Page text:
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More Legally Obtained Voter Records for Sale Online

A director of threat research at a cybersecurity firm spoke to Dark Reading about an entity on the RaidForums selling voter records. This is not a new occurrence or even a particularly surprising one, despite the notion that vendors only sell such information on darknet marketplaces or forums. (The RaidForums website is completely accessible on the clearnet. The threat researcher, Jonathan Tomek, reported that he had found 40 million records for sale on the RaidForums.)

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Logan, the particular forum member in question, listed only two voter databases this year, both from 2017. The remaining databases on the forums are from 2015 or 2013. According to the site’s database directory, the most recent voter database listings are as follows:

  1. Alabama Voter Database – 132,788 Records – 2015;
  2. Alaska Voter Database – 487,415 Records – 2015;
  3. Colorado Voter Database – 3,525,885 Records – 2015;
  4. Connecticut Voter Database – 2,391,357 Records – 2015;
  5. Delaware Voter Database – 600,000 Records – 2015;
  6. Florida Voter Database – 12,539,780 Records – 2013;
  7. Michigan Voter Database – 7,408,330 Records – 2015;
  8. North Carolina Voter Database – 7,444,748 Records – 2015;
  9. Ohio Voter Database – 7,509,310 Records – 2015;
  10. Oklahoma Voter Database – 2,158,410 Records – 2015;
  11. Pennsylvania Voter Database – 620,201 Records – 2015;
  12. Utah Voter Database – 731,639 Records – 2015;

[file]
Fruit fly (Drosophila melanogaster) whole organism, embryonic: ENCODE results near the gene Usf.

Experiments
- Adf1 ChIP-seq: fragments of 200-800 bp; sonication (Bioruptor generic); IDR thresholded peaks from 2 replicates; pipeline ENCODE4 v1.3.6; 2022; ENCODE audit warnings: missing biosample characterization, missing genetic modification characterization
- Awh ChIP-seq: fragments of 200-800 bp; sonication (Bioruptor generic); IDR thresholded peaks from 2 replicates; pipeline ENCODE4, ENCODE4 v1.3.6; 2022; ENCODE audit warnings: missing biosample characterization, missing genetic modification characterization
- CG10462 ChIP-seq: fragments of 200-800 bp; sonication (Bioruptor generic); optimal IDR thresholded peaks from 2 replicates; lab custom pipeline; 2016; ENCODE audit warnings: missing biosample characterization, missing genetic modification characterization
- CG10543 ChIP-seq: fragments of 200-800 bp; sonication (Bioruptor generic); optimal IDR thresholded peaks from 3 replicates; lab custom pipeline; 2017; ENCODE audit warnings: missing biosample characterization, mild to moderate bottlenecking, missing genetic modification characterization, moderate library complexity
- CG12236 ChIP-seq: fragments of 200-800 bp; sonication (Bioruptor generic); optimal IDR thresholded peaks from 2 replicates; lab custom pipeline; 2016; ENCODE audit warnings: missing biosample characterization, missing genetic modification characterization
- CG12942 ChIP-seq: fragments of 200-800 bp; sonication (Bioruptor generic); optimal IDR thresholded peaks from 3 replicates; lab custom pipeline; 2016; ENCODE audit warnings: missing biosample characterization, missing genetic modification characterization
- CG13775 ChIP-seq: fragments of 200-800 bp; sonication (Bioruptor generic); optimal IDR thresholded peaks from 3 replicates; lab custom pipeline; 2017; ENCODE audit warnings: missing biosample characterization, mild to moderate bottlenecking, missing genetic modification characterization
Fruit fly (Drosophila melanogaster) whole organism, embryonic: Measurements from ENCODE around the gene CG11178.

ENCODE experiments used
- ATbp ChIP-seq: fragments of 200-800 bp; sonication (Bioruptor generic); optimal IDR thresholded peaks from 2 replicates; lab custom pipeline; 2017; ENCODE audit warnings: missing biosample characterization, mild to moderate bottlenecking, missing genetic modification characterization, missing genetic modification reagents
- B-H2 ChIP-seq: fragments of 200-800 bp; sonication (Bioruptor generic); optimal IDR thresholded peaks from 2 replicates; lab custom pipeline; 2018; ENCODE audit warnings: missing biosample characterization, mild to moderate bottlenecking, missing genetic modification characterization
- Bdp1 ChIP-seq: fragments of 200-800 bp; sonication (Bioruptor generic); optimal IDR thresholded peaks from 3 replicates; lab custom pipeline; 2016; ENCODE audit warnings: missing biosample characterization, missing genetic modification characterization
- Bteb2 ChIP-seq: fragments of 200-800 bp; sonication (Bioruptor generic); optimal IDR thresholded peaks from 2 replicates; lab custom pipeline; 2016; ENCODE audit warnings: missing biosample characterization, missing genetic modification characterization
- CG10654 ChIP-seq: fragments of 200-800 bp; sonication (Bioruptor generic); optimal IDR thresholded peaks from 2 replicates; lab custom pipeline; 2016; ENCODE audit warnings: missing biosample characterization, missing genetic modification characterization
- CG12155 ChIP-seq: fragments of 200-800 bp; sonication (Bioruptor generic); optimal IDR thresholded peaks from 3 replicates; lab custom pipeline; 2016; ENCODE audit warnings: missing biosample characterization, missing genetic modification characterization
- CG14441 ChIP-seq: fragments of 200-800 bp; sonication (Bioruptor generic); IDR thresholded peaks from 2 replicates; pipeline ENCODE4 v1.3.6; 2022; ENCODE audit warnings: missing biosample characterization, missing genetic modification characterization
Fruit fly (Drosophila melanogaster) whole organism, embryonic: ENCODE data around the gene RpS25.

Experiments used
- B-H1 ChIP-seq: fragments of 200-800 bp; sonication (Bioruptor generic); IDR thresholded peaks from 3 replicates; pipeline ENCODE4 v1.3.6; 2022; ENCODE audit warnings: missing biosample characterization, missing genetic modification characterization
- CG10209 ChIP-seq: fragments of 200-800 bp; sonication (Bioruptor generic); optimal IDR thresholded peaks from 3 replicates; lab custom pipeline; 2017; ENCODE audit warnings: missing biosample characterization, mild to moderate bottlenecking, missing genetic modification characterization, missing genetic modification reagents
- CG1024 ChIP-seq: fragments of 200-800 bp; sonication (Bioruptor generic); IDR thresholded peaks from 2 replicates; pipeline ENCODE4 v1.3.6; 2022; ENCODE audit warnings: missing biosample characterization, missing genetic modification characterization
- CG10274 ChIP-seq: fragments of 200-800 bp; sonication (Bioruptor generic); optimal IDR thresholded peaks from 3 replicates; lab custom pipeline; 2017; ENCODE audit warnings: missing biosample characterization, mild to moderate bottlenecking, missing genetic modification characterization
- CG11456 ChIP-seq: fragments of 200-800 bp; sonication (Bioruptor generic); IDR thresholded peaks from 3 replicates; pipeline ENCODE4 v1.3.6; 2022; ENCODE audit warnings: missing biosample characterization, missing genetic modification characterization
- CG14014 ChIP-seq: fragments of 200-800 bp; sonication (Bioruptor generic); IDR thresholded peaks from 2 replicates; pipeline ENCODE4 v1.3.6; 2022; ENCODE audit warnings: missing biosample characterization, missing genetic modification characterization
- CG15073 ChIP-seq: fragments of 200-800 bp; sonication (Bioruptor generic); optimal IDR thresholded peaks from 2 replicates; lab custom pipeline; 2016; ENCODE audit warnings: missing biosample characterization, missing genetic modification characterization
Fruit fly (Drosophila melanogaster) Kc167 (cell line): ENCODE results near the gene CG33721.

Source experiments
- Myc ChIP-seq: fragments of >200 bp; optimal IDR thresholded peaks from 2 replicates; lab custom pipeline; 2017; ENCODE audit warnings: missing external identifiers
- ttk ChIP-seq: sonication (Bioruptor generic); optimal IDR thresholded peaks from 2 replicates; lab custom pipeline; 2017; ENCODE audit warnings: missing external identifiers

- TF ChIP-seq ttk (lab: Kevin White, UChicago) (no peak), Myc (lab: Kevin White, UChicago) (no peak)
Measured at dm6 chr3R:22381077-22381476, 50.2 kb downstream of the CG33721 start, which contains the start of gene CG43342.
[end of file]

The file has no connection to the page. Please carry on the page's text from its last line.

13. Washington Voter Database – 4,411,385 Records – 2015;
  14. Texas Voter Database – 657,695 Records – 2015;
  15. Nevada Voter Database – 1,160,839 Records – 2015

The only records from 2017 come from the Ohio Voter Database and Arkansas Voter Database—both of which came from Logan. They have 7,893,338 Records and 1,746,067 Records, respectively. Incidentally, both Ohio and Arkansas are readily available elsewhere as public records. One of said sites is a political research tool known as VoterRecords.com. The site exists for the study of political data. “We offer researchers and political organizations an easier method to research public records data,” the site’s FAQ page explains.

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Even better are the states that host voter records in an easily accessible format. One state that fits this criteria is the state of North Carolina. The North Carolina board of elections website allows anyone to search voter records. There is a danger associated with records—even previously available records—hitting forums or marketplaces where the intent is inherently criminal. Most state’s voter records contain a trove of identity information, and when combined with data from other sources or beaches, entities can easily create “fullz.” This can be accomplished with any source of information, however, and is far from exclusive to voter records.

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Logan’s dumps, for instance, contain “voter IDs, full names, physical addresses, previous addresses, date of birth, genders, phone numbers, [and] citizen status.”

Voter records are a current topic of interest for a host of reasons—most of which, understandably, involve ongoing political issues. However, as Tomek explained, Logan likely obtained the information from “Freedom of Information Act (FOIA) requests, website requests, and also through social engineering…” No hacking government servers required. Regardless, Logan’s use of the public information is very likely in direct violation of dozens of laws; it is not inherently legal even if he obtained the information through entirely legal channels. The possible uses for a database full of voter information are endless, but news surrounding voter database records rarely paints an accurate picture.

On an unrelated note, while they are available for purchase, Logan’s uploads are technically available for free.

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